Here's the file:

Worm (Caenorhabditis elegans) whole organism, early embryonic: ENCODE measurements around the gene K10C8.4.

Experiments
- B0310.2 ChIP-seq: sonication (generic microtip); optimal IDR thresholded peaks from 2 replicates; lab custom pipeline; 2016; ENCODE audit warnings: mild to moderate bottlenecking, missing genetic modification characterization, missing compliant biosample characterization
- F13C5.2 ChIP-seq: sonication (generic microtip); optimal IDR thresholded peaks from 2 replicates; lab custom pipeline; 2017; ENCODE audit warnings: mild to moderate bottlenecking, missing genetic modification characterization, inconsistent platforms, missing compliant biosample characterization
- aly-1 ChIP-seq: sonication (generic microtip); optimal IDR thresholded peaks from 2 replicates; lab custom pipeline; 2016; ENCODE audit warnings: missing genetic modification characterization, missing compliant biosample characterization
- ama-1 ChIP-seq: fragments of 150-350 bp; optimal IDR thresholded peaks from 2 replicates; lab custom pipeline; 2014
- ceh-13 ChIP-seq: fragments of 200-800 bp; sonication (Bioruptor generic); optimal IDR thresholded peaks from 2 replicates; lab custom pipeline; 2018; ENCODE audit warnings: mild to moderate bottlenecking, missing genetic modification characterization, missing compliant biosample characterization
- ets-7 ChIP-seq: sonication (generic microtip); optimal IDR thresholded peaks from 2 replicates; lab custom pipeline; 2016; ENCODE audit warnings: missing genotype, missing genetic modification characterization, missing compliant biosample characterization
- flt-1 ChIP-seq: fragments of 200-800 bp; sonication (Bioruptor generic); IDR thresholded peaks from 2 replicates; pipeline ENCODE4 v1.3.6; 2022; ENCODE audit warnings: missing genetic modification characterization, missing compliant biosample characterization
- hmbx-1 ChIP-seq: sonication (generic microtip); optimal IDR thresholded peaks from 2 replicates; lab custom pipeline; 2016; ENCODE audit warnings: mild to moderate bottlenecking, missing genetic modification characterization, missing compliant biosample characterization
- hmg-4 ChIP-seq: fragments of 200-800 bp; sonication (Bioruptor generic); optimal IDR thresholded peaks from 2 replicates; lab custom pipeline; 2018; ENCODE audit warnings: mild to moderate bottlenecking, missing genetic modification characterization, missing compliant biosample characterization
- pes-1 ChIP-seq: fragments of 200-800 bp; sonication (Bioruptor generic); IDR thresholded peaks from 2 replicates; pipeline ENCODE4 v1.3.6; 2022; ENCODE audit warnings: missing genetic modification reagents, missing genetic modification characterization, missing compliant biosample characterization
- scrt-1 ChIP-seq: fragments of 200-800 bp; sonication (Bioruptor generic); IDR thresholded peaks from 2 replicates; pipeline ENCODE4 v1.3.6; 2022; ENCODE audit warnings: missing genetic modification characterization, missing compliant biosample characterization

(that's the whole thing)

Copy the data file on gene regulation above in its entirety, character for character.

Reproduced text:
Worm (Caenorhabditis elegans) whole organism, early embryonic: ENCODE measurements around the gene K10C8.4.

Experiments
- B0310.2 ChIP-seq: sonication (generic microtip); optimal IDR thresholded peaks from 2 replicates; lab custom pipeline; 2016; ENCODE audit warnings: mild to moderate bottlenecking, missing genetic modification characterization, missing compliant biosample characterization
- F13C5.2 ChIP-seq: sonication (generic microtip); optimal IDR thresholded peaks from 2 replicates; lab custom pipeline; 2017; ENCODE audit warnings: mild to moderate bottlenecking, missing genetic modification characterization, inconsistent platforms, missing compliant biosample characterization
- aly-1 ChIP-seq: sonication (generic microtip); optimal IDR thresholded peaks from 2 replicates; lab custom pipeline; 2016; ENCODE audit warnings: missing genetic modification characterization, missing compliant biosample characterization
- ama-1 ChIP-seq: fragments of 150-350 bp; optimal IDR thresholded peaks from 2 replicates; lab custom pipeline; 2014
- ceh-13 ChIP-seq: fragments of 200-800 bp; sonication (Bioruptor generic); optimal IDR thresholded peaks from 2 replicates; lab custom pipeline; 2018; ENCODE audit warnings: mild to moderate bottlenecking, missing genetic modification characterization, missing compliant biosample characterization
- ets-7 ChIP-seq: sonication (generic microtip); optimal IDR thresholded peaks from 2 replicates; lab custom pipeline; 2016; ENCODE audit warnings: missing genotype, missing genetic modification characterization, missing compliant biosample characterization
- flt-1 ChIP-seq: fragments of 200-800 bp; sonication (Bioruptor generic); IDR thresholded peaks from 2 replicates; pipeline ENCODE4 v1.3.6; 2022; ENCODE audit warnings: missing genetic modification characterization, missing compliant biosample characterization
- hmbx-1 ChIP-seq: sonication (generic microtip); optimal IDR thresholded peaks from 2 replicates; lab custom pipeline; 2016; ENCODE audit warnings: mild to moderate bottlenecking, missing genetic modification characterization, missing compliant biosample characterization
- hmg-4 ChIP-seq: fragments of 200-800 bp; sonication (Bioruptor generic); optimal IDR thresholded peaks from 2 replicates; lab custom pipeline; 2018; ENCODE audit warnings: mild to moderate bottlenecking, missing genetic modification characterization, missing compliant biosample characterization
- pes-1 ChIP-seq: fragments of 200-800 bp; sonication (Bioruptor generic); IDR thresholded peaks from 2 replicates; pipeline ENCODE4 v1.3.6; 2022; ENCODE audit warnings: missing genetic modification reagents, missing genetic modification characterization, missing compliant biosample characterization
- scrt-1 ChIP-seq: fragments of 200-800 bp; sonication (Bioruptor generic); IDR thresholded peaks from 2 replicates; pipeline ENCODE4 v1.3.6; 2022; ENCODE audit warnings: missing genetic modification characterization, missing compliant biosample characterization